In a week that has seen the release of some Burger King models manufactured by Matchbox, somewhere in size between miniatures and Real Working Rigs, which of course are plastic, the first wave of 2014 packaged models have found their way into some US stores. Upon purchase of a kid’s meal, children were given a Matchbox toy in a plastic bag with the meal. Shabbir Malik, a previous ambassador, had no idea about the Matchbox gift and so it was a pleasant surprise when his son was given a toy. He asked the lady how many different ones were out there but she only had one (a yellow Bulldozer). However, when he looked around there was a sign that said collect all six though there were girls’ toys as well and so he was not sure if there are 6 Matchbox toys or 3 Matchbox and 3 girls’ toys.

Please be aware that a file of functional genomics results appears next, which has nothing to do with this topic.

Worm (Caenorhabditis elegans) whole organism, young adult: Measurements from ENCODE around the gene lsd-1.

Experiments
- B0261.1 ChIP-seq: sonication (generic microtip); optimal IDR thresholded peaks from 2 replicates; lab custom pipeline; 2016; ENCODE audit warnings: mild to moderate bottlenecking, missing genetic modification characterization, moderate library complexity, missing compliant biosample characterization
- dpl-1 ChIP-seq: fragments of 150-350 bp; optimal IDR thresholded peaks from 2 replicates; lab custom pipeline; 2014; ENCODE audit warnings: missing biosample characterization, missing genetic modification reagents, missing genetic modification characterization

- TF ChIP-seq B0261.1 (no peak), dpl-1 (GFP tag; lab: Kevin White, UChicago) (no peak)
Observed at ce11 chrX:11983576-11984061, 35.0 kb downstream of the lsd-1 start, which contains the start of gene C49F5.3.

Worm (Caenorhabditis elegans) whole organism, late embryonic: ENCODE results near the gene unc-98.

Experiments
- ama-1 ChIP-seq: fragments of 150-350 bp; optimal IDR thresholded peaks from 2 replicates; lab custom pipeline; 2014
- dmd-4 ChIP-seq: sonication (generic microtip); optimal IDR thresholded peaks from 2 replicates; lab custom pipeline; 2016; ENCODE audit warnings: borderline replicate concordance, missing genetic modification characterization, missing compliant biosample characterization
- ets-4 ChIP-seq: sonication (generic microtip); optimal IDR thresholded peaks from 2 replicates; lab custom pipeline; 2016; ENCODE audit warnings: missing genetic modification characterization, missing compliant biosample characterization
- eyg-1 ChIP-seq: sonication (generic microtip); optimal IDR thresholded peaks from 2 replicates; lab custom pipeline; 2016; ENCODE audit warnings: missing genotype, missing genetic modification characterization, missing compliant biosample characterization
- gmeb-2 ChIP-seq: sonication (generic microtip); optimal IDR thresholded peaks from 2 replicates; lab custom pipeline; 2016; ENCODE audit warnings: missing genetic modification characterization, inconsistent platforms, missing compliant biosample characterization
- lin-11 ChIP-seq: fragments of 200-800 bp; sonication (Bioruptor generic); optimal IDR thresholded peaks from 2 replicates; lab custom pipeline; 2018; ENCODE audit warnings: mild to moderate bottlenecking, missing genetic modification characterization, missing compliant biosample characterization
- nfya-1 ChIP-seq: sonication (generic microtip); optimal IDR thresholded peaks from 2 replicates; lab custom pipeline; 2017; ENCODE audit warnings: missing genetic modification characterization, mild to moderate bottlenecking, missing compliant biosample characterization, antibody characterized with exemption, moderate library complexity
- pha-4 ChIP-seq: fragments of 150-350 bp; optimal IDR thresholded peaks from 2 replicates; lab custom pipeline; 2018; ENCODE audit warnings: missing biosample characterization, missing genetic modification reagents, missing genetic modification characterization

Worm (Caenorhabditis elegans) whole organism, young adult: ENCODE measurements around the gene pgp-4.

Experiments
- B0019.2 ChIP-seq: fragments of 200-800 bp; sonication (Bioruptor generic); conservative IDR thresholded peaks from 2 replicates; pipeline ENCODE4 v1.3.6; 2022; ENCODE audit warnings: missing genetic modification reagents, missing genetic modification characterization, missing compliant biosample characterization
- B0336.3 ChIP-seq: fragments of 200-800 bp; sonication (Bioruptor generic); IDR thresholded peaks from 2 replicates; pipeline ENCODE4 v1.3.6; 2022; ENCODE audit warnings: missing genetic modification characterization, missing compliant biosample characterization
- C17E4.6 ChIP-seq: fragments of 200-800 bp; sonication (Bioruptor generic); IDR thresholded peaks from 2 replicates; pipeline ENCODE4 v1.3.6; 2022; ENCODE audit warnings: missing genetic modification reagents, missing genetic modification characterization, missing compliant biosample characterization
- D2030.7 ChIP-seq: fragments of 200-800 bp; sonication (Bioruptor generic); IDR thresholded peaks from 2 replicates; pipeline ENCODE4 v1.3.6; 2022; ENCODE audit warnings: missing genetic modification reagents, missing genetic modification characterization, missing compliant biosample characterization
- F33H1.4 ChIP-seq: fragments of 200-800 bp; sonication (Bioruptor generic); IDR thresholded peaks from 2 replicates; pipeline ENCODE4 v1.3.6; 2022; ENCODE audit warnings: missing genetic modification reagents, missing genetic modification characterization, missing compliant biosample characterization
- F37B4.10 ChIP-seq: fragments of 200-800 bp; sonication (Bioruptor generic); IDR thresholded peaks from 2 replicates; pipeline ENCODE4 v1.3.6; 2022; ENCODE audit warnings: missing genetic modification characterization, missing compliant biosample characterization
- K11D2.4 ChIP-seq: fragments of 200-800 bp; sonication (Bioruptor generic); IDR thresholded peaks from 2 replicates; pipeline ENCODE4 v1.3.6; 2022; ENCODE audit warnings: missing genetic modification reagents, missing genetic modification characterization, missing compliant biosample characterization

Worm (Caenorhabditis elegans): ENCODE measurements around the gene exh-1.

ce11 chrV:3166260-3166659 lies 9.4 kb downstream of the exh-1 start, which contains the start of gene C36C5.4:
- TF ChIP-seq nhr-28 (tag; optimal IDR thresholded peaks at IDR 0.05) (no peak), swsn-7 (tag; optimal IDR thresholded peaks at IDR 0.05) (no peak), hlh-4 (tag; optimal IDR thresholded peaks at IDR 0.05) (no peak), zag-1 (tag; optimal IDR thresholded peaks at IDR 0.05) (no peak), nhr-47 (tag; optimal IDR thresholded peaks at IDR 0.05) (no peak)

Some collectors have been confused as some models currently in the stores are from 2013 but are packaged in the 2014 new design, some have already been released and packaged in 2013 blister packs and are now in their 2014 guise whilst others are from the 2014 range. Collectors who only have access to the smaller blisters do not even have the model number printed anywhere on the packaging. An answer regarding the size of the model number is given below.
The general reaction to the 2014 packaging has been very positive and welcomed by collectors. One of the rarest blister packs is shown below. One wonders how many complaints there might have been if this were to have been the norm. Any detail on this packaging from 1971 would be welcomed. The other image is for a box that was designed but not used subsequently, though it would have been easy for an old man, such as myself to read the number without carrying a monocle or magnifying glass.
ANSWERS FROM MATTEL
- Why is the number on the packaging so small? You need a magnifying glass to see that number.